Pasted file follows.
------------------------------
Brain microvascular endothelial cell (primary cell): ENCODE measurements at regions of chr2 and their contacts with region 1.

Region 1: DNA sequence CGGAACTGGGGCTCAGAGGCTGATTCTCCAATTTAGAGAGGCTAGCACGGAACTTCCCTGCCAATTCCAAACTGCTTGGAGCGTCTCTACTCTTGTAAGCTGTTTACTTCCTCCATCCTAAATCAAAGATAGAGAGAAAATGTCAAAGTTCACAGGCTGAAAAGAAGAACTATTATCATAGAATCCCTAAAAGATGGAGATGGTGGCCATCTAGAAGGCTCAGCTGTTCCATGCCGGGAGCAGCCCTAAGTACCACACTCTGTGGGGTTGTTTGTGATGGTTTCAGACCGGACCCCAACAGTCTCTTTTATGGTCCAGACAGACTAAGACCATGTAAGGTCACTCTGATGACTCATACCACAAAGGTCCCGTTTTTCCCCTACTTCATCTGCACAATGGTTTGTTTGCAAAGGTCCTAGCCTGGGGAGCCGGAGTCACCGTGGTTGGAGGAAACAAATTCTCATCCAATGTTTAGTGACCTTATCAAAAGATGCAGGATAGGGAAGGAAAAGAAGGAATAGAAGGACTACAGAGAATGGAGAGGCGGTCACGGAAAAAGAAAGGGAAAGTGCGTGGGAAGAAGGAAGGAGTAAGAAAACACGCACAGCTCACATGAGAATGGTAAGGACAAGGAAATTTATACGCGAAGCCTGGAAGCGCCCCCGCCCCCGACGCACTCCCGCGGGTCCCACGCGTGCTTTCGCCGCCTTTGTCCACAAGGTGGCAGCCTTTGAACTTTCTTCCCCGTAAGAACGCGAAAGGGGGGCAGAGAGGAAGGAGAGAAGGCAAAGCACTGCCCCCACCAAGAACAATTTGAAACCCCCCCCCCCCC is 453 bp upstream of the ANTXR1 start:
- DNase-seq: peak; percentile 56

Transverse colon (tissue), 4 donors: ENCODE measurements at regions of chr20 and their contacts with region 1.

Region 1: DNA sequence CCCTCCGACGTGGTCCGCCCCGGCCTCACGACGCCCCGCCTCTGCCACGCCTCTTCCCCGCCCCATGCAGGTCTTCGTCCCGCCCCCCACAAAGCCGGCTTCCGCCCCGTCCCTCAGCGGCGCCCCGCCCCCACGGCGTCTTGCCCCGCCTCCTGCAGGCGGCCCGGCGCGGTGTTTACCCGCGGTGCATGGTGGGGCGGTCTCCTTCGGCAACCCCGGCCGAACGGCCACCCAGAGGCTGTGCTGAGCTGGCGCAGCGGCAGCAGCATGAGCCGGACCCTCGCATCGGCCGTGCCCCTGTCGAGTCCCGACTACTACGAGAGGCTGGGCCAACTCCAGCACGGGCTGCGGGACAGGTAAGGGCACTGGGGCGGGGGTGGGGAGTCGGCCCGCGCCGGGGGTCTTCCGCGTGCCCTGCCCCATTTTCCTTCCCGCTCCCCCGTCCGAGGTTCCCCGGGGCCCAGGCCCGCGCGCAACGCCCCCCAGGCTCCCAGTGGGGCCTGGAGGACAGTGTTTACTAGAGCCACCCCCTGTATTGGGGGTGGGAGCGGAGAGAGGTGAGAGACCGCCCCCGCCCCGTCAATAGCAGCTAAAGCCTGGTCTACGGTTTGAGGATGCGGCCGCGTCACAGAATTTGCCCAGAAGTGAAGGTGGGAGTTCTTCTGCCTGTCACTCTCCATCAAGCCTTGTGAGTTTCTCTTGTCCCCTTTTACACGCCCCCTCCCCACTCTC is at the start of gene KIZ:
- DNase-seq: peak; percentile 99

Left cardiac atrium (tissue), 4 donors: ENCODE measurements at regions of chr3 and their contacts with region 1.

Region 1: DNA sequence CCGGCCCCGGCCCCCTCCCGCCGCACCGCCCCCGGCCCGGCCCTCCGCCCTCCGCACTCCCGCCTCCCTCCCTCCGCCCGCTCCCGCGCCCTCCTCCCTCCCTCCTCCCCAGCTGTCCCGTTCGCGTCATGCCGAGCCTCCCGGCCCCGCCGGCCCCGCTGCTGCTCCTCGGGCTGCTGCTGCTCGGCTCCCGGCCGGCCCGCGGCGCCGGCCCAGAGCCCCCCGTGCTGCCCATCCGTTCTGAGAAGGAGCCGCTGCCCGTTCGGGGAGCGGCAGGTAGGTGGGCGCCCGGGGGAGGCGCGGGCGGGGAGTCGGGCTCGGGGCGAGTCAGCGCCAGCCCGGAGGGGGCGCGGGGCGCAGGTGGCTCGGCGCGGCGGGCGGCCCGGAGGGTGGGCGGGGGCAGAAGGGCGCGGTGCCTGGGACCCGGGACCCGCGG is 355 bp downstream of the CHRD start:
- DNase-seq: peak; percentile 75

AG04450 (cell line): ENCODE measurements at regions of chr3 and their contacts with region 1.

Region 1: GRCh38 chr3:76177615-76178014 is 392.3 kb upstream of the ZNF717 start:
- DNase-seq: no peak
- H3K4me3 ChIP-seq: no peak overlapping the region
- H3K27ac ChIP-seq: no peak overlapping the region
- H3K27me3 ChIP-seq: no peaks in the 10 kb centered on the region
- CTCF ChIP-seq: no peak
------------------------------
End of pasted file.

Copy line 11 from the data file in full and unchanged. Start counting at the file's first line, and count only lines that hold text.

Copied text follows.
Region 1: GRCh38 chr3:76177615-76178014 is 392.3 kb upstream of the ZNF717 start: